Bullet Journal is Dead … Long Live the Bullet Journal!

I love the Bullet Journal method of keeping my life and work in order. I love the idea of going back to an analog way of keeping track of the insane messiness of modern life. The zen nature and sheer mindfulness of it are what attracted me to it.

But it doesn’t work for me. Well, it did, until it didn’t. Let me explain.

I enjoyed it for a full seven months practicing it diligently, using it to keep my work projects on track and my runaway ADD at bay. It worked, it was easy to do, and I was so enthusiastic about it I bought copies of the book and journals for friends and family — and co-workers. I was a bonafide “BuJo” evangelist.

But as time wore on, and I found myself having to flip back through the pages to find things, to reference them, to get details … as the page count grew and grew by the day … my frustration and enthusiasm began to wane. Using analog notes in the digital age has a glaring flaw.

If you think about it, it’s why we went from analog to digital in the first place.

You can’t search. You can’t instantly bring something up.

For those who have really good memory recall this is not a problem, but for an aging gentleman such as myself, with diagnosed ADD, this is close to a deal-breaker.

And then, the final straw … I lost the journal. Only temporarily, thank goodness, but it brought home the fact that if you put everything in writing in a book made of paper, there is no back up. If you lose it, it’s gone.

I am so invested in this Bullet Journal that during the few days without it I was completely lost. By the time I found it, I had made the sad decision:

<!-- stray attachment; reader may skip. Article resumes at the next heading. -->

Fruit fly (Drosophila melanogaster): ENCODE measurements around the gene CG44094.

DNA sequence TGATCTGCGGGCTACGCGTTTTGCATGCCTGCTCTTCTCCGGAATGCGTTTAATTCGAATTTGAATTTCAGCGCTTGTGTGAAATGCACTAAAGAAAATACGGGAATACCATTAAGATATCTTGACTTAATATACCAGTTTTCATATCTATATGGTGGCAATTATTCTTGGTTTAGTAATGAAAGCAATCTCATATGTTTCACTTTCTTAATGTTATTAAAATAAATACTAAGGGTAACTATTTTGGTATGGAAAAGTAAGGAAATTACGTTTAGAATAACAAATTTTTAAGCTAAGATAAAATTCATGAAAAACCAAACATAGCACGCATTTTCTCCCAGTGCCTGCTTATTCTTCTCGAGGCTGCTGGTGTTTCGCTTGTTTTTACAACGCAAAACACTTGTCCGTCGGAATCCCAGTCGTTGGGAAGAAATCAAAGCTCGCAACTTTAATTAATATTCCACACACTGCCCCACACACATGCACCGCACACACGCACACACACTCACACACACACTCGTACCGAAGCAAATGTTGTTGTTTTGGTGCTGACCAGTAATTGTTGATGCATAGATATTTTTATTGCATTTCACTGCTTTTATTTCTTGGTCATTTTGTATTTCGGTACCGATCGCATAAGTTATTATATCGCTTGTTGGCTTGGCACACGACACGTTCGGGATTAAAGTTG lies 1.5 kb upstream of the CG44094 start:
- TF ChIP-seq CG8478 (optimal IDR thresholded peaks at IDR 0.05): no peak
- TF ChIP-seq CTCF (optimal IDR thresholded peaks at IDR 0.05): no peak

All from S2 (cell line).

It’s not going to work for me. At least, not on paper.

So, being that the journal I was using had perforated, removable pages, I pulled them all out, stuck them into a scanner, and scanned them into a PDF file. I dumped that file into a Microsoft OneNote, which I aptly named “Bullet Journal,” and structured it into a modified format which generally follows the same routine as doing it all in analog.

Now, at one point really early on I had kept handwritten notes in OneNote using my iPad and Apple Pencil, but discovered that OneNote has an internal limit on how many handwritten notes it can OCR and use as text. So I have moved away from handwriting, going to typing into the journal itself. This negates part of the mindful benefits of using an analog notebook, but the gains outweigh the losses:

  • Notes are now searchable, so I can find anything instantly.
  • Indexing is now automatic and no need for page numbers.
  • Microsoft OneNote is available free for just about every platform, so I can use it on all devices, and it automatically syncs between them.
  • You can’t lose it. Even if I lose my phone, or my iPad, or my computers — or all of them, all at once — I can log into OneNote.com from any browser on any machine.

I still migrate all my outstanding tasks from month to month, which gives me time and headspace to decide if the task or project is even worth doing.

Also, Microsoft OneNote is not the only software that works well for this. I can see doing it in Apple Notes or Google Keep or Evernote, or any of the other dozens of state-of-the-art syncing note apps out there.

Aside: Here's a list of the Ten Highest Rated Note-Taking Apps.

If you have never heard of Bullet Journaling, I still highly recommend it to anyone who thinks a purely analog method of time-management / project-management / life-management will work for them. I’m still using the method, slightly modified for my own way of working and for optimization on OneNote.

You can see more information and a whole bunch of explainer videos on the Bullet Journal website: BulletJournal.com

And with that, I’m checking off the line “Write blog post about Bullet Journal” in my Bullet Journal.

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